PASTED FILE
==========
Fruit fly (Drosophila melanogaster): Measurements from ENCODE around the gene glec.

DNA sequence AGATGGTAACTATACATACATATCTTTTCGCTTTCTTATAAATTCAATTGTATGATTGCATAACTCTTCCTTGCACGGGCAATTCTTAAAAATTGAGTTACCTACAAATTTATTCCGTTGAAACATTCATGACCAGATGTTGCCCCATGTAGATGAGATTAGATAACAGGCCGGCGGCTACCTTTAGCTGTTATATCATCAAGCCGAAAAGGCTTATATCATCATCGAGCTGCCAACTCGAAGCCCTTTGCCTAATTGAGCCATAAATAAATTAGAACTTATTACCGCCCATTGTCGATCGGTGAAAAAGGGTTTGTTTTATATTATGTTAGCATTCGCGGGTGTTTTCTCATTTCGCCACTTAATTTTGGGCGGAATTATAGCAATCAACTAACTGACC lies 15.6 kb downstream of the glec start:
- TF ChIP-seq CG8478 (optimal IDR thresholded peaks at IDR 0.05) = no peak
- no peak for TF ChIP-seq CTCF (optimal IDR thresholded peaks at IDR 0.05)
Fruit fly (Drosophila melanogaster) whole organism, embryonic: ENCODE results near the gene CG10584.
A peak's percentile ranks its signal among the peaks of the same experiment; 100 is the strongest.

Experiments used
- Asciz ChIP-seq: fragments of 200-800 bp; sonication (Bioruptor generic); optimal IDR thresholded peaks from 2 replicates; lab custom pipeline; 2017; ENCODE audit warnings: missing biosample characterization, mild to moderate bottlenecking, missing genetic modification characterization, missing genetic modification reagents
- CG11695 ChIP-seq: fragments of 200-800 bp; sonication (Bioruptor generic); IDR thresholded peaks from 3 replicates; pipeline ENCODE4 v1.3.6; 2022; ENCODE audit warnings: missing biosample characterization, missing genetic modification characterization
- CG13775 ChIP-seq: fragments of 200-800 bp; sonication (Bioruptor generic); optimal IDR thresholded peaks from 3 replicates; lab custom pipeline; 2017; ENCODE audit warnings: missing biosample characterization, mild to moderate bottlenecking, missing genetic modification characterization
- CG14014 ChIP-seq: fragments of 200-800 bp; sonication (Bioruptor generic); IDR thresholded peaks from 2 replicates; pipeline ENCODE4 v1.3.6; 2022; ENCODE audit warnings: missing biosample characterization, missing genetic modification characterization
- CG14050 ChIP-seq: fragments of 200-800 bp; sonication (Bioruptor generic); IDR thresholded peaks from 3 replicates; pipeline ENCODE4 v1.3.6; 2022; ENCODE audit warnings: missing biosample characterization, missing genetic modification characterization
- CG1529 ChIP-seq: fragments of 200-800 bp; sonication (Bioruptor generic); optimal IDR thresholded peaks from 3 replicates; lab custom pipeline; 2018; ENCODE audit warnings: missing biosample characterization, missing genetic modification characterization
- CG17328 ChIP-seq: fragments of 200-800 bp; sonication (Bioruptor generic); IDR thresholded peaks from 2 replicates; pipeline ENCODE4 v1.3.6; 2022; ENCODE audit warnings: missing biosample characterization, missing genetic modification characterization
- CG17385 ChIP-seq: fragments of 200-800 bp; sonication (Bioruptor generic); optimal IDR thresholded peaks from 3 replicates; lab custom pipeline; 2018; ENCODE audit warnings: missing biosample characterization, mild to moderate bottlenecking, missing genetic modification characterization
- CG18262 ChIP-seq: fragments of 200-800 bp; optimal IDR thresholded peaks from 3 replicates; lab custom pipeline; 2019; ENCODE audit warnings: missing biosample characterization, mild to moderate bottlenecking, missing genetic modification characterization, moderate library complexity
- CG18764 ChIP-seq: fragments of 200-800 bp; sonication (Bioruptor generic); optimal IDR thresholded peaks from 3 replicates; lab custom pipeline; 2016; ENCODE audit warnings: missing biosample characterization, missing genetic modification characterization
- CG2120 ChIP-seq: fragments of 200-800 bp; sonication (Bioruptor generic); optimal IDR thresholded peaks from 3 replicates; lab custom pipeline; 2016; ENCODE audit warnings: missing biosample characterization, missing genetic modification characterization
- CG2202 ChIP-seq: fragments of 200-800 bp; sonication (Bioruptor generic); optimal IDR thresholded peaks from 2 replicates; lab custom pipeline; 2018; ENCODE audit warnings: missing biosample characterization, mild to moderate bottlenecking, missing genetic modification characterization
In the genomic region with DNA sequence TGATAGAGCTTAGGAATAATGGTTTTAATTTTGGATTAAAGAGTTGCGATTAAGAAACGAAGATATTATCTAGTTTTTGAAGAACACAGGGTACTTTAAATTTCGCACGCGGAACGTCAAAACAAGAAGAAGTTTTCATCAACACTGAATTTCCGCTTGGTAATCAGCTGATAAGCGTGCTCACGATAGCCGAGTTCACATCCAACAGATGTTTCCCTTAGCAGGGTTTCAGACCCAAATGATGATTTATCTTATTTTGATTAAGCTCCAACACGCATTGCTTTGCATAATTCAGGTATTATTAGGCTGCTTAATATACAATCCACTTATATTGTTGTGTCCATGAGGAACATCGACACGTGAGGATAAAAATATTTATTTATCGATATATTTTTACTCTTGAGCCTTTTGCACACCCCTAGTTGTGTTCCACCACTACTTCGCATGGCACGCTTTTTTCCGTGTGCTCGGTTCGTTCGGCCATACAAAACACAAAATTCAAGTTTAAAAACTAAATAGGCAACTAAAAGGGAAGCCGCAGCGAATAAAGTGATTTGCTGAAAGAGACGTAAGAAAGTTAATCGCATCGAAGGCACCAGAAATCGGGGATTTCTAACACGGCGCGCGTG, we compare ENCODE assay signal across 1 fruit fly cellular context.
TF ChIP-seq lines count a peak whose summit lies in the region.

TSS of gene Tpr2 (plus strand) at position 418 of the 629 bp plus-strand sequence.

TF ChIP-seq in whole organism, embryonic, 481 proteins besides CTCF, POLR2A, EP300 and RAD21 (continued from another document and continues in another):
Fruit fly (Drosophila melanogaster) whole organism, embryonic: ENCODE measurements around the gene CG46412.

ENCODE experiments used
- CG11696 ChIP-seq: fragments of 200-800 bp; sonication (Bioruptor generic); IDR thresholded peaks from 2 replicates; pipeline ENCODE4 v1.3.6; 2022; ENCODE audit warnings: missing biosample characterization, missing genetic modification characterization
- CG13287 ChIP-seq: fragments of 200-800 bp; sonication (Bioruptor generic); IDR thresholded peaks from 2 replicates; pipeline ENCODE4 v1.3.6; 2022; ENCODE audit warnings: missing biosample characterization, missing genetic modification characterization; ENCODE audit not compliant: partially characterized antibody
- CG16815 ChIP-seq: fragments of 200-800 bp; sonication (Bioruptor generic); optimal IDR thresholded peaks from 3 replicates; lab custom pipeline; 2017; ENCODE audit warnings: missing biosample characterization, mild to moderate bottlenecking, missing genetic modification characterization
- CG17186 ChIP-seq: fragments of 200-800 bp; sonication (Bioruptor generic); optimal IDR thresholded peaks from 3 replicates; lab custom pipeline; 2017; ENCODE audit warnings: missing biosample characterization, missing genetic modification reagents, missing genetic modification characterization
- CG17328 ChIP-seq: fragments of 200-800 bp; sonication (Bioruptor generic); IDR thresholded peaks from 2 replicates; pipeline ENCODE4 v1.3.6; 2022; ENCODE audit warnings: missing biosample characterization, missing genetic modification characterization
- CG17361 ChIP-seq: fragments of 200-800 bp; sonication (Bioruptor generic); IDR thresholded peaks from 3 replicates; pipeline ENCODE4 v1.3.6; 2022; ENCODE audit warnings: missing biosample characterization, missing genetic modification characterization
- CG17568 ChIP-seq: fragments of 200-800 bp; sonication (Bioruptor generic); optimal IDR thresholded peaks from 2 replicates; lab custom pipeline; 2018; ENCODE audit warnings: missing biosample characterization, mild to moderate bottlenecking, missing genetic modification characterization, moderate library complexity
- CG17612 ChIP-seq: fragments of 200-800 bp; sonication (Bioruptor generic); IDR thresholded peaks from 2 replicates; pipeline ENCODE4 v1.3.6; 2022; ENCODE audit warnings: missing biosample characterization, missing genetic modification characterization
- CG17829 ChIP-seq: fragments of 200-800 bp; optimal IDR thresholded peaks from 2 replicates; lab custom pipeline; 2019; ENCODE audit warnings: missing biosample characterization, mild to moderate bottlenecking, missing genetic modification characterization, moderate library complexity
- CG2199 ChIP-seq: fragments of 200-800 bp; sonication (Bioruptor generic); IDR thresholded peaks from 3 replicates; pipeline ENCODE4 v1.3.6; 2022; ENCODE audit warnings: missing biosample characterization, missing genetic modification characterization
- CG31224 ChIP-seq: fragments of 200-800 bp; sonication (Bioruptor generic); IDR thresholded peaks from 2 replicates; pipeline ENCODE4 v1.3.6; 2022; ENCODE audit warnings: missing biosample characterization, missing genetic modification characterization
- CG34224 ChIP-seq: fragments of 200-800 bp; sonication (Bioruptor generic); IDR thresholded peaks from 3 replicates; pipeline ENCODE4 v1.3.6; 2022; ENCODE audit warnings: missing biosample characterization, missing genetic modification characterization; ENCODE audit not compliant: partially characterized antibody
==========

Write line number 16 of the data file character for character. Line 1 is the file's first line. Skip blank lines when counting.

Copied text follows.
- CG18262 ChIP-seq: fragments of 200-800 bp; optimal IDR thresholded peaks from 3 replicates; lab custom pipeline; 2019; ENCODE audit warnings: missing biosample characterization, mild to moderate bottlenecking, missing genetic modification characterization, moderate library complexity